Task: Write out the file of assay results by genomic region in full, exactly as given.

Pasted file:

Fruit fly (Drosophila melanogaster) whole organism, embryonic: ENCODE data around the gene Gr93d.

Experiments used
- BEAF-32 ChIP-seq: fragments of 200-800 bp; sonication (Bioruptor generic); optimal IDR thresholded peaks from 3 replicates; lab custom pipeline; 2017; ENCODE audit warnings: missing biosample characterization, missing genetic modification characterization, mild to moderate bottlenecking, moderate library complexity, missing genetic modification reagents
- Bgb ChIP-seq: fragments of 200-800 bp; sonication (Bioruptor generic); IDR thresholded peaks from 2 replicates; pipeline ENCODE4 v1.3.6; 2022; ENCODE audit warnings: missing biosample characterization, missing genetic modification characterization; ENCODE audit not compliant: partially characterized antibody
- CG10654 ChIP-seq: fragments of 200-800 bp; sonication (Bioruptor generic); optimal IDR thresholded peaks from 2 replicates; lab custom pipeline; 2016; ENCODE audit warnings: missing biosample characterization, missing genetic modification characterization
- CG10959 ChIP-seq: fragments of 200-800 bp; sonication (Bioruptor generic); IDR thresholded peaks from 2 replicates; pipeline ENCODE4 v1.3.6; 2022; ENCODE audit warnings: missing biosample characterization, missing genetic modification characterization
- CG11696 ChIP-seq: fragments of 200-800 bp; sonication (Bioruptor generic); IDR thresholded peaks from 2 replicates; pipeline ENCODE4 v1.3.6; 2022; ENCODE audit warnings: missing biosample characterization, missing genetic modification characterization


Fruit fly (Drosophila melanogaster) whole organism, embryonic: ENCODE data around the gene Gr93d.

Experiments used
- BEAF-32 ChIP-seq: fragments of 200-800 bp; sonication (Bioruptor generic); optimal IDR thresholded peaks from 3 replicates; lab custom pipeline; 2017; ENCODE audit warnings: missing biosample characterization, missing genetic modification characterization, mild to moderate bottlenecking, moderate library complexity, missing genetic modification reagents
- Bgb ChIP-seq: fragments of 200-800 bp; sonication (Bioruptor generic); IDR thresholded peaks from 2 replicates; pipeline ENCODE4 v1.3.6; 2022; ENCODE audit warnings: missing biosample characterization, missing genetic modification characterization; ENCODE audit not compliant: partially characterized antibody
- CG10654 ChIP-seq: fragments of 200-800 bp; sonication (Bioruptor generic); optimal IDR thresholded peaks from 2 replicates; lab custom pipeline; 2016; ENCODE audit warnings: missing biosample characterization, missing genetic modification characterization
- CG10959 ChIP-seq: fragments of 200-800 bp; sonication (Bioruptor generic); IDR thresholded peaks from 2 replicates; pipeline ENCODE4 v1.3.6; 2022; ENCODE audit warnings: missing biosample characterization, missing genetic modification characterization
- CG11696 ChIP-seq: fragments of 200-800 bp; sonication (Bioruptor generic); IDR thresholded peaks from 2 replicates; pipeline ENCODE4 v1.3.6; 2022; ENCODE audit warnings: missing biosample characterization, missing genetic modification characterization